You would have seen simulators that train pilots to fly airplanes. But how about a simulator to train paramedics to drive an ambulance safely? You will find these in the UAE. You will also find civil defence teams using smart technology to control alert systems and emergency response. In a smart city, the first responders get to the scene faster than elsewhere.

Smart power grids
DEWA’s Shams Dubai Distributed Renewable Resources Generation Programme is a great example of how citizens can tap into renewable solar energy to not just power homes, but also feed the excess electricity back into the power grid. DEWA is also investing heavily in making its infrastructure intelligent and energy efficient — including upgrading data centre networks and installing smart energy storage systems.

Green charging points
Smart cities of the future will see green vehicles zipping on its roads. And keeping these running will be smart charging points dotting the city. DEWA notes that it opened the first electric charging station in February 2015, by installing 12 stations at its offices, capable of charging 24 vehicles simultaneously. And in Q4, 2015, it installed 100 electric charging stations across Dubai, as part of the Green Charger initiative. DEWA adds it will install more charging stations based to the number of electric vehicles, usage of already existing stations in Dubai, and as per number of applications submitted to install electric vehicle charging stations in residential areas in Dubai.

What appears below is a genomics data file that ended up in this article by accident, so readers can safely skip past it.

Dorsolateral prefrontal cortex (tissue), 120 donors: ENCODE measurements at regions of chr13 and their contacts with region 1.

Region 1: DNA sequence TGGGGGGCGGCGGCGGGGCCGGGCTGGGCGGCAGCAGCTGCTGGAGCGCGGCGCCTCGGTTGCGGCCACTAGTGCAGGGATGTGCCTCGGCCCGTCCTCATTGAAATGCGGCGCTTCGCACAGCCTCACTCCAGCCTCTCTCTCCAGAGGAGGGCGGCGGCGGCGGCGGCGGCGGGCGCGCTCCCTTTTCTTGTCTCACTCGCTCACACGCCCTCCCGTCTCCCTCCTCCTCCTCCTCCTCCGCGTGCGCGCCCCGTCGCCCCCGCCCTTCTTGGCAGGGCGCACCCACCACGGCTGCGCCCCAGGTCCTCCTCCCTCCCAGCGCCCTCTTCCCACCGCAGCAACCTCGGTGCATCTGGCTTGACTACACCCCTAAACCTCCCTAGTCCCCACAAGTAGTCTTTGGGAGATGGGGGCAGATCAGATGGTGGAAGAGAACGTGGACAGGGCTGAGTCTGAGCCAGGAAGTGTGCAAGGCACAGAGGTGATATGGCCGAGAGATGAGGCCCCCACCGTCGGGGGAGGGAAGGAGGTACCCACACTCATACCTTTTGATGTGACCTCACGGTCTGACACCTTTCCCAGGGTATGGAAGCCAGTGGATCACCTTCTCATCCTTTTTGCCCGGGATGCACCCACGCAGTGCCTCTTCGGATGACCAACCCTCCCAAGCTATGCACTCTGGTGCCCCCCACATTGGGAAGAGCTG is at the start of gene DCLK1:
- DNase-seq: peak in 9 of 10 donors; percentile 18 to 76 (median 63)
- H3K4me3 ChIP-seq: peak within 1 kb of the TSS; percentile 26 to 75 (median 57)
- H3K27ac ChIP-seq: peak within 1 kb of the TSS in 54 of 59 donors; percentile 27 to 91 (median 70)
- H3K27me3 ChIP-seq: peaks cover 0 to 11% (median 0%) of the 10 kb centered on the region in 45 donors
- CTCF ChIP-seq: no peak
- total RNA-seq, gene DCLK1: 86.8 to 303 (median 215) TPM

Smart streetlights and buildings
In October, a smart building index was launched across the UAE, to encourage the use of technologies like 3D printing to speed up constructions. These buildings also leverage sensors and monitors energy use, save water and recycle waste. These technologies spill out onto the streets, too — the Dubai Silicon Oasis Authority (DSOA) has installed UAE’s first smart street lights and smart building technologies that leverage IoT. A motion sensor keeps track of approaching vehicles and switches to full power. When there are no vehicles, the lights operate at 25 per cent power.

Smart transport
Fast and efficient mass transit systems form the backbone of a smart city, transporting millions on time, every single day. Dubai is at the forefront of a cutting edge transit system, and among the first to implement a fully automated, driverless metro rail system. The UAE government will also be spending around $1.9 billion a year on transportation infrastructure and services. And oh, you get free Wifi on the metro!
Also, in a smart city, parking woes is a thing of the past. In Dubai, you will find solar-powered smart parking meters and apps keep track of the parking situation around the city.

Smart healthcare
Abdulelah Abdulrahman AlMayman, CIO and Vice President – Information Technology, Dr Sulaiman Al Habib Medical Group, notes we have “reached to a level where machines are talking to each other with live feeds to the electronic medical record to improve efficiency and healthcare quality”. Moreover, the hospital’s seamless connectivity with the group’s other facilities will also provide timely access to clinical expertise and a competitive range of treatment options across the entire patient care pathway. AlMayman adds that HMG has been one of the first hospitals in the region to follow IoT concept and continues to adopt the new era of tele-medicine in various domains such as in tele-radiology and operating tele-ICU using virtual care centres. “It’s a new experience which begin to make real the dream of care anywhere, anytime, changing patient’s expectations and fuelling innovation,” he asserts.